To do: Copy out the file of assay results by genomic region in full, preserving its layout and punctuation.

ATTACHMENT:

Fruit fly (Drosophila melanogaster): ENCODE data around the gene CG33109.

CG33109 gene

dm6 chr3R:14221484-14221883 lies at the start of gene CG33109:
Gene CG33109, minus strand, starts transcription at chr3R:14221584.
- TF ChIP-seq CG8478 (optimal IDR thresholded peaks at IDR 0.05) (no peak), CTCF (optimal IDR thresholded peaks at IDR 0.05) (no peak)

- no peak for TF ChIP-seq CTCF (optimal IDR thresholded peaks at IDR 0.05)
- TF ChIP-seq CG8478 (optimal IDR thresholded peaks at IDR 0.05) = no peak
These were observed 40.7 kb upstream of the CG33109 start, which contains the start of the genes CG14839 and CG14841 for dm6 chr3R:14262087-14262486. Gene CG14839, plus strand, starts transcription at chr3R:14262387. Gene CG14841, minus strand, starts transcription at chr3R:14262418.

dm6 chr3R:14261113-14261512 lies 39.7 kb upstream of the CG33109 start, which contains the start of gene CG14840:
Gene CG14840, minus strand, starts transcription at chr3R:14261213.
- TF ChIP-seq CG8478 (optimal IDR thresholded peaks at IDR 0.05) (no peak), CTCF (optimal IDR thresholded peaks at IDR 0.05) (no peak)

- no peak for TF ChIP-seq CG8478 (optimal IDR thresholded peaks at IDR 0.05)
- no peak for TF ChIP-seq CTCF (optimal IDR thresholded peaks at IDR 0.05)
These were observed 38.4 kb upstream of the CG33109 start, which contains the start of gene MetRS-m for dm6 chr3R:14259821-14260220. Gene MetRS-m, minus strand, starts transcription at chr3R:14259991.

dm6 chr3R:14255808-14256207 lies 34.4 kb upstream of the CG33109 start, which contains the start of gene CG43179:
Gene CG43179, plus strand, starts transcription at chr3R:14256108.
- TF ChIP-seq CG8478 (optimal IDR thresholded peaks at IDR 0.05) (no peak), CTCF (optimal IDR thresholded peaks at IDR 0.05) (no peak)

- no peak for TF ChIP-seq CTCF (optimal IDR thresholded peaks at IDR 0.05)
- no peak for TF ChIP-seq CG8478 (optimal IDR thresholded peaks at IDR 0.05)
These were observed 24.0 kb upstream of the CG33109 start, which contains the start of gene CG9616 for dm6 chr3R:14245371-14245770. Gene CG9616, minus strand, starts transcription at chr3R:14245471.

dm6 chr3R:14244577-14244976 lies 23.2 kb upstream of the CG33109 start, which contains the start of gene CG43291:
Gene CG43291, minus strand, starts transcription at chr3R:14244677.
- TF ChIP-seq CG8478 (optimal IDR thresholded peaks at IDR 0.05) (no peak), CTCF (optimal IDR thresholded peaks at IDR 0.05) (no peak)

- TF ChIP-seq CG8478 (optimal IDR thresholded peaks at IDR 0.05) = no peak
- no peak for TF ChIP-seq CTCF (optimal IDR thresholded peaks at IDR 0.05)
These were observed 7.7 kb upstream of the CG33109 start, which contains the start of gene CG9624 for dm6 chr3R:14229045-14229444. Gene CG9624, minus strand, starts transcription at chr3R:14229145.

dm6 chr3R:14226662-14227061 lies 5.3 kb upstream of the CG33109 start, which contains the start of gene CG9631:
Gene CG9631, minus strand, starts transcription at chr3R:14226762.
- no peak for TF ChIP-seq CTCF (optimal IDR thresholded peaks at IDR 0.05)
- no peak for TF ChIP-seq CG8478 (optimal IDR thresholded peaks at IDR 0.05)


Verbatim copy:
Fruit fly (Drosophila melanogaster): ENCODE data around the gene CG33109.

CG33109 gene

dm6 chr3R:14221484-14221883 lies at the start of gene CG33109:
Gene CG33109, minus strand, starts transcription at chr3R:14221584.
- TF ChIP-seq CG8478 (optimal IDR thresholded peaks at IDR 0.05) (no peak), CTCF (optimal IDR thresholded peaks at IDR 0.05) (no peak)

- no peak for TF ChIP-seq CTCF (optimal IDR thresholded peaks at IDR 0.05)
- TF ChIP-seq CG8478 (optimal IDR thresholded peaks at IDR 0.05) = no peak
These were observed 40.7 kb upstream of the CG33109 start, which contains the start of the genes CG14839 and CG14841 for dm6 chr3R:14262087-14262486. Gene CG14839, plus strand, starts transcription at chr3R:14262387. Gene CG14841, minus strand, starts transcription at chr3R:14262418.

dm6 chr3R:14261113-14261512 lies 39.7 kb upstream of the CG33109 start, which contains the start of gene CG14840:
Gene CG14840, minus strand, starts transcription at chr3R:14261213.
- TF ChIP-seq CG8478 (optimal IDR thresholded peaks at IDR 0.05) (no peak), CTCF (optimal IDR thresholded peaks at IDR 0.05) (no peak)

- no peak for TF ChIP-seq CG8478 (optimal IDR thresholded peaks at IDR 0.05)
- no peak for TF ChIP-seq CTCF (optimal IDR thresholded peaks at IDR 0.05)
These were observed 38.4 kb upstream of the CG33109 start, which contains the start of gene MetRS-m for dm6 chr3R:14259821-14260220. Gene MetRS-m, minus strand, starts transcription at chr3R:14259991.

dm6 chr3R:14255808-14256207 lies 34.4 kb upstream of the CG33109 start, which contains the start of gene CG43179:
Gene CG43179, plus strand, starts transcription at chr3R:14256108.
- TF ChIP-seq CG8478 (optimal IDR thresholded peaks at IDR 0.05) (no peak), CTCF (optimal IDR thresholded peaks at IDR 0.05) (no peak)

- no peak for TF ChIP-seq CTCF (optimal IDR thresholded peaks at IDR 0.05)
- no peak for TF ChIP-seq CG8478 (optimal IDR thresholded peaks at IDR 0.05)
These were observed 24.0 kb upstream of the CG33109 start, which contains the start of gene CG9616 for dm6 chr3R:14245371-14245770. Gene CG9616, minus strand, starts transcription at chr3R:14245471.

dm6 chr3R:14244577-14244976 lies 23.2 kb upstream of the CG33109 start, which contains the start of gene CG43291:
Gene CG43291, minus strand, starts transcription at chr3R:14244677.
- TF ChIP-seq CG8478 (optimal IDR thresholded peaks at IDR 0.05) (no peak), CTCF (optimal IDR thresholded peaks at IDR 0.05) (no peak)

- TF ChIP-seq CG8478 (optimal IDR thresholded peaks at IDR 0.05) = no peak
- no peak for TF ChIP-seq CTCF (optimal IDR thresholded peaks at IDR 0.05)
These were observed 7.7 kb upstream of the CG33109 start, which contains the start of gene CG9624 for dm6 chr3R:14229045-14229444. Gene CG9624, minus strand, starts transcription at chr3R:14229145.

dm6 chr3R:14226662-14227061 lies 5.3 kb upstream of the CG33109 start, which contains the start of gene CG9631:
Gene CG9631, minus strand, starts transcription at chr3R:14226762.
- no peak for TF ChIP-seq CTCF (optimal IDR thresholded peaks at IDR 0.05)
- no peak for TF ChIP-seq CG8478 (optimal IDR thresholded peaks at IDR 0.05)